A young girl with long brown hair and Down syndrome is smiling and looking off camera while standing on a yellow playset in a park.
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29 January 2021

Therapy in disguise at the park: Special Source Kids edition.

Depending on where you live, the possible COVID restrictions in place and your own situation, your child’s therapy program over recent months may have looked a little different to previous years.

The good news in that there are plenty of ways you can work on key skills without it feeling like “therapy” for you or your child.

Thanks to our friends at Source Kids, today we are sharing some tips for therapy in disguise at the local park. Even better…it’s free!

Monkey bars.

Monkey bars provide strengthening of the hands and finger muscles that are used for fine motor skills such as grasping and handwriting. Monkey bars are also great for working on hand-eye coordination, core strength, balance, and developing arm and leg strength.

If your child is unable to fully support themselves, you may be able to hold them for added security.

Ladders and beams.

Ladders and beams provide opportunities for improving balance and coordination. Think of the ladders leading up to slides or balancing on different equipment low to the ground. A chalk version can even be drawn on the ground to incorporate the same movement.

Climbing and heavy work activities stimulate your child’s proprioceptive systems (the body’s ability to sense its own location and movements) whilst working on all the important coordination skills.


Slides are a great tool for visual perception skills – that’s the brain’s ability to make sense of what the eyes see.

Have your child practice climbing up the stairs while holding onto the handrails. This activity is fantastic for kids who are still mastering their stair climbing skills.


Swings will meet your child’s needs for vestibular stimulation – which is the sense of movement that supports body awareness, coordination, balance and visual skills.

Playing on a swing will provide the child with information about where their body is in space, how quickly they are moving and in what direction.

Climbing frames.

These are ideal for keeping children in constant motion. Not only do they work on gross motor skills, balancing and hand-eye coordination but also planning on where to move next.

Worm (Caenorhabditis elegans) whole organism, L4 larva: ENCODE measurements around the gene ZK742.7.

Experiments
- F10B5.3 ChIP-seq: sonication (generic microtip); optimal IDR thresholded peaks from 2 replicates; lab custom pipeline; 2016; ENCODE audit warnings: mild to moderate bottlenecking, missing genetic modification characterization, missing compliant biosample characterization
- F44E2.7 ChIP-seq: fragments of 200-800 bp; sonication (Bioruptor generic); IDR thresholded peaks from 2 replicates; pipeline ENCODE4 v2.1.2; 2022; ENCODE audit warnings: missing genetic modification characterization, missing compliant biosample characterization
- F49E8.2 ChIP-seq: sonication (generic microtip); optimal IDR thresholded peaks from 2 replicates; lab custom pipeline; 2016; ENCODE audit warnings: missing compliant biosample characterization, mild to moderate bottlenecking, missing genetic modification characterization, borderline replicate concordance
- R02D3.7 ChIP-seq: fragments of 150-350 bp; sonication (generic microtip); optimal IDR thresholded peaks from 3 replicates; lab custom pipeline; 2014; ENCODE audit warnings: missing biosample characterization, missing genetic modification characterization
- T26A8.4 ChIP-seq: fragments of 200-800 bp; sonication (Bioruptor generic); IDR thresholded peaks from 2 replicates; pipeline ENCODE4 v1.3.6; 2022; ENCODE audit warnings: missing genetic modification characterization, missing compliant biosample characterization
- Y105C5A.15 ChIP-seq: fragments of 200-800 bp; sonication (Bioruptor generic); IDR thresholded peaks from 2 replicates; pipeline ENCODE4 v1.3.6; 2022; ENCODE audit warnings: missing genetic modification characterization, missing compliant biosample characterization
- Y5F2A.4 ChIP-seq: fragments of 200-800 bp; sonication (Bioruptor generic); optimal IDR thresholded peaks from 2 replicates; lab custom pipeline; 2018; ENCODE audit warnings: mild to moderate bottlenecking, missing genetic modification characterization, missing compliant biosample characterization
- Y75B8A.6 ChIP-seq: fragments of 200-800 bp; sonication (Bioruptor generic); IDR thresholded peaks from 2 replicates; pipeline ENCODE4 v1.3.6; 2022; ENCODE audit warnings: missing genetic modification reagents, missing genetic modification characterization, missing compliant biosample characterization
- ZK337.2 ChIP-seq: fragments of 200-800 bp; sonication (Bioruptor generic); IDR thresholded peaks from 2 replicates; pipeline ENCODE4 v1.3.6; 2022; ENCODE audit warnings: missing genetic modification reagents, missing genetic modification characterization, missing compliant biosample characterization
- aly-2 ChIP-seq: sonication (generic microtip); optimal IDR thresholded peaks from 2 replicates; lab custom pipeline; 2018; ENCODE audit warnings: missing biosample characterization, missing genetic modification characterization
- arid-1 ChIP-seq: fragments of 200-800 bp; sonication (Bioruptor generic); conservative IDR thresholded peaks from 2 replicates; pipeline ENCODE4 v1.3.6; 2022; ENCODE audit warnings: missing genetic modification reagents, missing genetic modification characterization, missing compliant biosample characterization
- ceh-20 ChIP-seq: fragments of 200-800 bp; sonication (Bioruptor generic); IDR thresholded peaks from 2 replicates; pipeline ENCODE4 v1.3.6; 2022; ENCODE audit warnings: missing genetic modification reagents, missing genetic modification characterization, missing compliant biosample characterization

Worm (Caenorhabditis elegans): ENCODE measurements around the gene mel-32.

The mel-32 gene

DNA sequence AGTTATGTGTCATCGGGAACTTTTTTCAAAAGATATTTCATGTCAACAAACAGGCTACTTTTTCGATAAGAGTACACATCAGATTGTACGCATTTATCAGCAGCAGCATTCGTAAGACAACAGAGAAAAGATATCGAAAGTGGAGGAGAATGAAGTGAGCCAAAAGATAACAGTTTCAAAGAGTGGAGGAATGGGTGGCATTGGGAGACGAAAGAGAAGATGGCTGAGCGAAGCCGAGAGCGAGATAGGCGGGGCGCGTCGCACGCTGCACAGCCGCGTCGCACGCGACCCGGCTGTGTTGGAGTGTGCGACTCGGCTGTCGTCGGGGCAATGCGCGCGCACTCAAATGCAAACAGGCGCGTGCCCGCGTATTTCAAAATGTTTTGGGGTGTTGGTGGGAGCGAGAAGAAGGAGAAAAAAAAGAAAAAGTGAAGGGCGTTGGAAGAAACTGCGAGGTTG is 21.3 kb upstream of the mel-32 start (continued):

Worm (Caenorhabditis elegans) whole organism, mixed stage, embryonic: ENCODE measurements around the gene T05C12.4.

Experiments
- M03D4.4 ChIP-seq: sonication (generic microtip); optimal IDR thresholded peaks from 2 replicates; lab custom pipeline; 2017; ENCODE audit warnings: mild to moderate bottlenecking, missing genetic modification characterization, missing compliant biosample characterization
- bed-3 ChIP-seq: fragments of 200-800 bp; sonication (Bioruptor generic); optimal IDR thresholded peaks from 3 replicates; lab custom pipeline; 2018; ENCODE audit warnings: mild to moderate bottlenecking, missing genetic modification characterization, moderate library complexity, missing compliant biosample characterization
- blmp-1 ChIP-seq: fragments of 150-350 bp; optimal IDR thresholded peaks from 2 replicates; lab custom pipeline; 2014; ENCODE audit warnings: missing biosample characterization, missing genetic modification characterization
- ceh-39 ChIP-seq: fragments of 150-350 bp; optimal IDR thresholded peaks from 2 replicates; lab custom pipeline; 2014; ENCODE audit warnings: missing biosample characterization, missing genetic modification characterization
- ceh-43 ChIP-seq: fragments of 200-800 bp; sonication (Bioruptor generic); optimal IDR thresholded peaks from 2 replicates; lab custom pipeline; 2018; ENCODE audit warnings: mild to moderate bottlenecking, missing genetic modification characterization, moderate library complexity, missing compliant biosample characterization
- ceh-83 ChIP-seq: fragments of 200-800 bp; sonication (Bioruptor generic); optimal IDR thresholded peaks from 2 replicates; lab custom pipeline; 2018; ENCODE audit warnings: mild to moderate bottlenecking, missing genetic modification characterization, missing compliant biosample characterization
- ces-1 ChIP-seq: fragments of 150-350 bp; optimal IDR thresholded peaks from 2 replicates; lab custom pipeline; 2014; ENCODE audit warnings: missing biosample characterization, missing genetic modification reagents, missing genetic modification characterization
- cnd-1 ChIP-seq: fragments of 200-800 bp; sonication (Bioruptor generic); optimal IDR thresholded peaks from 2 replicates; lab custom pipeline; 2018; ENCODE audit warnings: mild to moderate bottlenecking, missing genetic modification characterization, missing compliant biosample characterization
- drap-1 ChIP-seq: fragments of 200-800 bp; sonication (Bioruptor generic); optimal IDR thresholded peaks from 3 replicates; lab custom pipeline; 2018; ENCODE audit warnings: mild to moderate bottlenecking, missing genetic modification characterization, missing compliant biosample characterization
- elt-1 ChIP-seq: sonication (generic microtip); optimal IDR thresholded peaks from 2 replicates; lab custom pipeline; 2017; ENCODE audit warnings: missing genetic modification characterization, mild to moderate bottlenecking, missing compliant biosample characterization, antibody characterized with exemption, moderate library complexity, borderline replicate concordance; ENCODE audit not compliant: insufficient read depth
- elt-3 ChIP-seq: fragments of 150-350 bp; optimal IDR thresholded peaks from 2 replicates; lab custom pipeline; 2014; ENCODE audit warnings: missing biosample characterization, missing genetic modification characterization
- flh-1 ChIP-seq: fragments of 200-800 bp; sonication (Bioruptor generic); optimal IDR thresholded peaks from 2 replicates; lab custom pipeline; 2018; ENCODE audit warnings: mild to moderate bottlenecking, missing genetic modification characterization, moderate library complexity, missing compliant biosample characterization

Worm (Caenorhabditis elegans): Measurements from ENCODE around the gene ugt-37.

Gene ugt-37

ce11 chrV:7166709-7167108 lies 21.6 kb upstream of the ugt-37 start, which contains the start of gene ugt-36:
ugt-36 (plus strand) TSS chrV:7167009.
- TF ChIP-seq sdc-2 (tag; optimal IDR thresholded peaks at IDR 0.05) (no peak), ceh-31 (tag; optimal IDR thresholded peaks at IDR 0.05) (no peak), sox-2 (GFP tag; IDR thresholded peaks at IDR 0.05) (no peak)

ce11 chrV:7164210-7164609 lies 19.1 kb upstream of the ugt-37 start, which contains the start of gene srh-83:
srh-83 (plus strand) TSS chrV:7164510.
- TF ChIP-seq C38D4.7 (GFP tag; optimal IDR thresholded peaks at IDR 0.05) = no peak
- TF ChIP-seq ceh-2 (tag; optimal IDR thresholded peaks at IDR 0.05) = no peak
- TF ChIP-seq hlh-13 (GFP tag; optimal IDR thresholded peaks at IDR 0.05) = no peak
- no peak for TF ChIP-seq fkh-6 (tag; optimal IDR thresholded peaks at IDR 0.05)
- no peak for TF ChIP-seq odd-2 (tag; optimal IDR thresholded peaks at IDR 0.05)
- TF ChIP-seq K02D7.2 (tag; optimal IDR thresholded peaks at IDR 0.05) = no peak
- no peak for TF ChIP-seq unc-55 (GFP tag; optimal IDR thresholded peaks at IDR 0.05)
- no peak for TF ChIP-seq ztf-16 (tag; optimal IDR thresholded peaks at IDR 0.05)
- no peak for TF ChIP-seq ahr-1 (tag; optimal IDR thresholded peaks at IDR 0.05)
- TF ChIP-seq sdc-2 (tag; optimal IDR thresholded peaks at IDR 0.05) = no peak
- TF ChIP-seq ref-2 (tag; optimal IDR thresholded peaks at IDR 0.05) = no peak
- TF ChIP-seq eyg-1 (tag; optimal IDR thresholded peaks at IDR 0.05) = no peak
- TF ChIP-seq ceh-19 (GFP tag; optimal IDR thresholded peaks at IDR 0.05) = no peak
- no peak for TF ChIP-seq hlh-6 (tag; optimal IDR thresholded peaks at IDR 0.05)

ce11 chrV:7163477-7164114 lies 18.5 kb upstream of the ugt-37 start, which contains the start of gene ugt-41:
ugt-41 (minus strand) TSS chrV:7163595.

Stepping stones.

Some parks have incorporated beautifully crafted stepping stones which are ideal for balancing. If balancing is not appropriate for your child’s needs, try playing a game of toss. Just grab a bean bag or sock full of rice and aim it at the stepping stone – a great alternative that works on hand-eye coordination.

Playing shops.

A fun playground favourite, ‘playing shops’ is a great way to work on communication skills. Someone is the shopkeeper and the other is the customer. Take turns in ordering and being the person behind the ‘counter’. Practice important skills like simple greetings, listening and taking turns.

Tips for playing at the park:

  • Customise your play based on the amount of sensory input your child is comfortable with
  • Give your child the opportunity to learn about what sensations make them feel good
  • Take wipes and clean down equipment first to put your mind at ease and don’t forget the hand sanitiser for after play.

Thanks to our friends at Source Kids for allowing us to share these fun ideas with the Leap in! community. Keep an eye out for our follow up story on therapy at the beach.

Want to learn more? 

Get specialist advice from our dedicated team, experienced in helping people of all ages get the most out of their NDIS Plans.

To find out more, call us on 1300 05 78 78, visit our website (online chat available) or email crew@leapin.com.au

Further Reading

The benefits of play therapy in early intervention.

Equine assisted therapy.

Getting back to nature with garden therapy.